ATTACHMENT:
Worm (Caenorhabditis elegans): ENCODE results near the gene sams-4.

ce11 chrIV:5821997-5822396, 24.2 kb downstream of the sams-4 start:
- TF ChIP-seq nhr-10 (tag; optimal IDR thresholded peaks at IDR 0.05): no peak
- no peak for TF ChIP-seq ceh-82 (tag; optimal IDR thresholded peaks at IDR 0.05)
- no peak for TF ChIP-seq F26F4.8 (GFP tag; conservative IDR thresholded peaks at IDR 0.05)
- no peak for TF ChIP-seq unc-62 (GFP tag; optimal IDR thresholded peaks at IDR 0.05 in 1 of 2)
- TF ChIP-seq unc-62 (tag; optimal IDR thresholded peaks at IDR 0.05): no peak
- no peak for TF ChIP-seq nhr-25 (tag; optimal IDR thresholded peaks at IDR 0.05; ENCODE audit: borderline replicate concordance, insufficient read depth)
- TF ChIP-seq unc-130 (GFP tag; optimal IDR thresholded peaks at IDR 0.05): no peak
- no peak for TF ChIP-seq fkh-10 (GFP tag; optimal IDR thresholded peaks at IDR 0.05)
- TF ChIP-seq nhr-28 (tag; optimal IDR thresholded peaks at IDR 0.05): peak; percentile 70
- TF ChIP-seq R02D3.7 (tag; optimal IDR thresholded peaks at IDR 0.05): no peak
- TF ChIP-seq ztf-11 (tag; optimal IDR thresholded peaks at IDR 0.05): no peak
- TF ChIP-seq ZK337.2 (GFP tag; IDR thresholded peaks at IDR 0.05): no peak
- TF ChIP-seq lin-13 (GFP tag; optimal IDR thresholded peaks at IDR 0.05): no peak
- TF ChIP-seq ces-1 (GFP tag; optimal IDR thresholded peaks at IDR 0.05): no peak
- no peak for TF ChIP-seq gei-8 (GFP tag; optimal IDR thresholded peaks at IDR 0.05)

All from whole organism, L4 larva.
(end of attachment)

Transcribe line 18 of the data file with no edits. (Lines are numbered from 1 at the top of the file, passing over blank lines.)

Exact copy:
All from whole organism, L4 larva.